Consent is one of the first topics any reputable kink resource addresses and that’s good because it’s so damn important when playing with toys that would otherwise be weapons, physical and metaphorical. Don’t do anything to or with anyone that you do not have consent for. If you don’t know whether or not you have consent, then ASK. Consent for A is not consent for B, C or D, and consent can be withdrawn at any time. Any kink – especially BDSM – play without consent is abuse. Even consensual non-consent (CNC) play only looks like consent is absent, the parameters of what is acceptable having been negotiated carefully in advance.
I wish someone had told me this when I was much, much younger. I wish that consent had been a part of sex education when I was at school, rather than the dry, procreation-focused biology and the patriarchal undertones of ‘nice girls don’t’ or the implicit misogyny in the lectures on how boys are sex-crazed monsters and it’s a girl’s job to resist. (This confused me greatly, I was the biggest sex-crazed monster I knew and I felt as though a default position of resistance would be counterproductive.)
Perhaps if I’d been taught from an early age that consent must be explicit, it is absent unless a positive indication is given, and it lasts only until it has been withdrawn, my early sexual experiences would have been less….traumatic.
I need these things explained to me; being autistic, I find the neurotypical world of unspoken convention, double-meanings and social cues to be very difficult to navigate. I’ve learned a lot of rote responses and these days I am comfortable with asking for clarification, but back then….I assumed that what was said is always what was meant, that authority equated to wisdom, that I was some kind of freak for the vast gulf between my feelings and the apparent expectations of others. Even now, I often feel awkward or guilty about asserting my boundaries, the protocols of selflessness, courtesy and humility having been drilled firmly into me by my religious upbringing and a lifetime of being punished or corrected when the invisible ruleset of society ambushed me yet again.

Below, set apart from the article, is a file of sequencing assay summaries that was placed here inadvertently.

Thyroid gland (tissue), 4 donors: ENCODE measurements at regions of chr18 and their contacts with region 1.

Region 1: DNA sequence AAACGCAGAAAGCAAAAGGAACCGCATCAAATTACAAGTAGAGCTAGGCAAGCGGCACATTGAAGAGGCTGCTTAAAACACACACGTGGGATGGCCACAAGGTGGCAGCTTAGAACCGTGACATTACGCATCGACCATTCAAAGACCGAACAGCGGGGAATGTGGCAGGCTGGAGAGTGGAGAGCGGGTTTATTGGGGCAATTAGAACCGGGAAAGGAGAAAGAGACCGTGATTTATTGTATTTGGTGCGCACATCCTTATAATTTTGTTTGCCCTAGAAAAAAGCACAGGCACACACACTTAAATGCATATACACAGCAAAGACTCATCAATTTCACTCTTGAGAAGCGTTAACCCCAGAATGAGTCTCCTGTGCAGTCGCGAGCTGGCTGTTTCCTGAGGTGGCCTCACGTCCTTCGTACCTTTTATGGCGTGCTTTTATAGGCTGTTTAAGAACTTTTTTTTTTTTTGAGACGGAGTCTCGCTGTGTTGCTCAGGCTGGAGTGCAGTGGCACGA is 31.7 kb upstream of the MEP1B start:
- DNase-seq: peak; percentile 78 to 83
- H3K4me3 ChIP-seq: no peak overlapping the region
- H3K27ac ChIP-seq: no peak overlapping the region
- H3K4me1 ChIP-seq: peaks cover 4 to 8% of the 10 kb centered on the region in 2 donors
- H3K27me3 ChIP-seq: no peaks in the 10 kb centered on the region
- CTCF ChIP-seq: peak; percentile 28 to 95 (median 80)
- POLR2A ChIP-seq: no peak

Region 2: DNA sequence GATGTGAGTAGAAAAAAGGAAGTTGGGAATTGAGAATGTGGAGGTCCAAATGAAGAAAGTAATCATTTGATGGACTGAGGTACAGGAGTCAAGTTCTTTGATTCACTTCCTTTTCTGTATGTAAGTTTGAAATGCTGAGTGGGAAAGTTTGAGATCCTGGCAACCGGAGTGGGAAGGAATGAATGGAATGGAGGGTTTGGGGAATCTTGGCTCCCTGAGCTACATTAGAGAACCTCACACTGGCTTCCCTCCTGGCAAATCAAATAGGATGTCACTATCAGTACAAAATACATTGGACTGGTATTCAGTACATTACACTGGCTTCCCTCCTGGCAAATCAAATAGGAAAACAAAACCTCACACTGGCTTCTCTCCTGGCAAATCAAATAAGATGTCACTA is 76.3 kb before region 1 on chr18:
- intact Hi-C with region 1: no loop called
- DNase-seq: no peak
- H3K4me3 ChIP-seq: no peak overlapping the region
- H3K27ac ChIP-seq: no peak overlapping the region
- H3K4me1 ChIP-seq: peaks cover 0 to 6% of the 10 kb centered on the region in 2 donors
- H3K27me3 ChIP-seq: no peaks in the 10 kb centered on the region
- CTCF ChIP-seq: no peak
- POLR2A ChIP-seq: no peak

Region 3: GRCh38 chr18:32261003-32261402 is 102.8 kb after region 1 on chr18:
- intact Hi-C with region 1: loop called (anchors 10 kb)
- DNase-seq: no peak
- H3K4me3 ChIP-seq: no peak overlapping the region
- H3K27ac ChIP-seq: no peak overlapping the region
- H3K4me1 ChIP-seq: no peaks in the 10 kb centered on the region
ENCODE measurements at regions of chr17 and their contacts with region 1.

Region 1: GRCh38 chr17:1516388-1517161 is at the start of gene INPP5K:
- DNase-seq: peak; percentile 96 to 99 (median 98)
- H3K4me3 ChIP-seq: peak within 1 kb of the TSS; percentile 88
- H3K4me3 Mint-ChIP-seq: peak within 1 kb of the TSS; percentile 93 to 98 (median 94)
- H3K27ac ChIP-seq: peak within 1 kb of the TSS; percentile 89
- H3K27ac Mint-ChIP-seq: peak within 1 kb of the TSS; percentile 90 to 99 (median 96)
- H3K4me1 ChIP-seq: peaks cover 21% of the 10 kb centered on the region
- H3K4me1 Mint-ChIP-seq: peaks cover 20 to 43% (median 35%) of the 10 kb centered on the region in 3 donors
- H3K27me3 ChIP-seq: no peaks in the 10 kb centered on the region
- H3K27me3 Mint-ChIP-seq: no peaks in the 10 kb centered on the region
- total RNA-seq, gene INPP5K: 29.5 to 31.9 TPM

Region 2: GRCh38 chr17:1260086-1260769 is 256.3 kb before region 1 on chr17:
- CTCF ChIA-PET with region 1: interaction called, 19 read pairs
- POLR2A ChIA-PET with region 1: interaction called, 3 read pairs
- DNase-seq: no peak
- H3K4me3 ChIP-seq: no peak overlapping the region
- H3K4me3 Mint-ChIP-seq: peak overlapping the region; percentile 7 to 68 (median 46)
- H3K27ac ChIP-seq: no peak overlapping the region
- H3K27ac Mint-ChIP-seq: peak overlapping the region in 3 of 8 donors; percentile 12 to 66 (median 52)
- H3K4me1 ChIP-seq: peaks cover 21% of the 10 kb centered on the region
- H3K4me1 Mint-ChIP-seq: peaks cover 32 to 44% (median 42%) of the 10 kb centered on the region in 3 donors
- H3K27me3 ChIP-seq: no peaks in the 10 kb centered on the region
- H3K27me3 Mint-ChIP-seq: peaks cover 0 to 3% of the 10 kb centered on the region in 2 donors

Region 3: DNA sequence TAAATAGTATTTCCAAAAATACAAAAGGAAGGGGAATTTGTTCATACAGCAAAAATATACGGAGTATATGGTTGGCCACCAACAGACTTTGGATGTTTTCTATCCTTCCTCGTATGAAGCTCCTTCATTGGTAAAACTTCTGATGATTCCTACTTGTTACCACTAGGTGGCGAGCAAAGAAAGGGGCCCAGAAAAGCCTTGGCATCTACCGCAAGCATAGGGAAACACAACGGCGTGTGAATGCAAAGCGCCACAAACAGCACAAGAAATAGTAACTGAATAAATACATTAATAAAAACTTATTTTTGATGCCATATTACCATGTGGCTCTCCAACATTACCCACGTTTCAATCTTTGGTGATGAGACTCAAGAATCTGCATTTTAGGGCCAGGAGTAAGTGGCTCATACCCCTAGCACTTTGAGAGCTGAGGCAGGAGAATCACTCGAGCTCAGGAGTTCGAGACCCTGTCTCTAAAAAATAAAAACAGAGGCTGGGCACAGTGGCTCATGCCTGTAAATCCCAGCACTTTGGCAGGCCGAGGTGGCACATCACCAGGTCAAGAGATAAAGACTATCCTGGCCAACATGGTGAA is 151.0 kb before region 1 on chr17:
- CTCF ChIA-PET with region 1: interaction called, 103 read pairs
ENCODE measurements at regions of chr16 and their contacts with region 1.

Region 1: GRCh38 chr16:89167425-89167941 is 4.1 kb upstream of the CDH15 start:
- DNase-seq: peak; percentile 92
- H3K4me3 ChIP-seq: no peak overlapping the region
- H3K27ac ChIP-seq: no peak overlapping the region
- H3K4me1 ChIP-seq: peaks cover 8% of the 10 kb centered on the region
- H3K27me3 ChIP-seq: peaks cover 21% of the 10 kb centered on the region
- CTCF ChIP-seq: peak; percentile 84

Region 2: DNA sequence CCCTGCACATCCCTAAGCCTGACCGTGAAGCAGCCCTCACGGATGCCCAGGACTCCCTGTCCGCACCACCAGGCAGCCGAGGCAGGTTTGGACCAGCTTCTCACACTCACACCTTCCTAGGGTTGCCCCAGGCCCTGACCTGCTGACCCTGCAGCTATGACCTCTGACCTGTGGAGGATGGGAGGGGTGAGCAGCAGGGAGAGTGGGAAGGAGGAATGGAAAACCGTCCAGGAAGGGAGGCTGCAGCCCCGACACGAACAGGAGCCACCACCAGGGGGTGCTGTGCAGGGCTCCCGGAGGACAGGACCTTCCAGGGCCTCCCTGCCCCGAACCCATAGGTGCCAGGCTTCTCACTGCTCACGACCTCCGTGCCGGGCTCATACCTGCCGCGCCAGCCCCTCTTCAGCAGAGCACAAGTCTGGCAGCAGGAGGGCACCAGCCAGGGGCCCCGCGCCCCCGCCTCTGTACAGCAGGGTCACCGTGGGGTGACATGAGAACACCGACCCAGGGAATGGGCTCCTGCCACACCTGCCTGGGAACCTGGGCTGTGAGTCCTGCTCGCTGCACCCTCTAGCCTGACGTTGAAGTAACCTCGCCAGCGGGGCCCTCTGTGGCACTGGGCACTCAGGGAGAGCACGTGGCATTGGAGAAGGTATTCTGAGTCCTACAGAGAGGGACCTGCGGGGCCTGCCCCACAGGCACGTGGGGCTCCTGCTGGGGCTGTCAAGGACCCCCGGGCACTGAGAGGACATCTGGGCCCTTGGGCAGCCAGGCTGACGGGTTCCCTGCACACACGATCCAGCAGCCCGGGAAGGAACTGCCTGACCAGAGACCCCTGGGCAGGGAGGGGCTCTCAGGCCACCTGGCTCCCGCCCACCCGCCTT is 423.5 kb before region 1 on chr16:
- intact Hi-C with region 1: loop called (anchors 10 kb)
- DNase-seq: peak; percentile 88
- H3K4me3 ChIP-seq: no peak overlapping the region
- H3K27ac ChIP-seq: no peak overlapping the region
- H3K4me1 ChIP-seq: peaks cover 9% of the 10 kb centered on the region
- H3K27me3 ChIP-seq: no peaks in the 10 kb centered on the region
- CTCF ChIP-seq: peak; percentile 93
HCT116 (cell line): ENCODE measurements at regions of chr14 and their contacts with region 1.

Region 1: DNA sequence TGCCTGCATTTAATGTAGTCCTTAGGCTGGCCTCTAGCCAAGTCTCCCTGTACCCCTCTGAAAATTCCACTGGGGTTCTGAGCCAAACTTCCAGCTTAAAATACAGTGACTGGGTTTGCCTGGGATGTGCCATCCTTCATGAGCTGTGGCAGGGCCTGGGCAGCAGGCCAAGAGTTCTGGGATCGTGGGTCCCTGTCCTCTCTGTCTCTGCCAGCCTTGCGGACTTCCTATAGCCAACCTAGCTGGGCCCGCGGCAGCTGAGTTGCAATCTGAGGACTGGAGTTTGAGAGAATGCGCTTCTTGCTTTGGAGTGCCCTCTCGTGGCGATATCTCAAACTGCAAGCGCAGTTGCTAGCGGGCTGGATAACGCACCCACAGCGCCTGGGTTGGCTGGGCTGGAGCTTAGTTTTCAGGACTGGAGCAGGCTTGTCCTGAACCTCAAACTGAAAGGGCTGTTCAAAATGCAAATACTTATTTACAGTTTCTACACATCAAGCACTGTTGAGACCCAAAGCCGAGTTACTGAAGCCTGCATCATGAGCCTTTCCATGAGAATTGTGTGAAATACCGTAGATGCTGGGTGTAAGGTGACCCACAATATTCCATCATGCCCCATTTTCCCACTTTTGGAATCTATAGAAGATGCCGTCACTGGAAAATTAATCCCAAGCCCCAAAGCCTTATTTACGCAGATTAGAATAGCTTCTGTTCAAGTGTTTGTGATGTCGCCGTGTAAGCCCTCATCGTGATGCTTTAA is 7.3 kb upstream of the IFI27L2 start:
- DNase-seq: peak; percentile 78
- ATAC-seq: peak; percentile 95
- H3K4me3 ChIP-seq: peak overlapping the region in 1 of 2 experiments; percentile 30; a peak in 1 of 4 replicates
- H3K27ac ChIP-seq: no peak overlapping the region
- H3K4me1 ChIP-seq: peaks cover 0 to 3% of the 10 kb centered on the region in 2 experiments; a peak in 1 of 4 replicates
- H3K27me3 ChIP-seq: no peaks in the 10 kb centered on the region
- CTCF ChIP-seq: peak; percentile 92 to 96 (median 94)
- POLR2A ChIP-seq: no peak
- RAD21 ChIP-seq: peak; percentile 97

Never assume. I learned that the hard way – and not just as a victim of unstated assumption; sometimes I was the perpetrator. Not deliberately abusive, just oblivious. It’s no excuse, I have explanations but no justification; if apologies could undo the damage I have caused along the way, then I would seek a million words for “sorry”.
“Assumption,” they say “is the mother of all fuckups.” “When you assume, you make an ass of u and me”. “Measure twice, cut once.” – phrases that are probably familiar but which are applied selectively, because who has the time or the energy to question everything, every time? Using our experiences to make judgements about our actions without analysing from scratch every time is how humans roll, and it works pretty well….except when it doesn’t. There are some things which should never be assumed, and consent to sexual or kink play is one of them.
The kink community in general holds itself to much higher standards of conduct than the vanilla world (apart from the usual complement of predators, fuckwits and numpties which infest all walks of life). We have to, because we’re (mostly) not sociopaths and we want to enjoy ourselves but not cause harm to others. When your enjoyment comes from distributing (or accepting) a beating, a rough fucking, authority, degradation, restraint (for example), you have to tread very carefully. Vanilla types see what we do and often recoil in horror, or judge and condemn – what they don’t see is the prior negotiation, the emphasis on informed consent given freely, or the acts of aftercare that counterbalance the discomfiting out-of-context scenes they witness. There is so much that’s utterly fucked-up about vanilla relationship dynamics.
I’ve learned to assert my boundaries, to negotiate, to ask for explanations and reasons. My sex life is rewarding, happy, respectful. I still often struggle to communicate, but I know that if I fail to make the effort then I would not be the person I want to think of myself as.
“Never assume” – these are words to live by.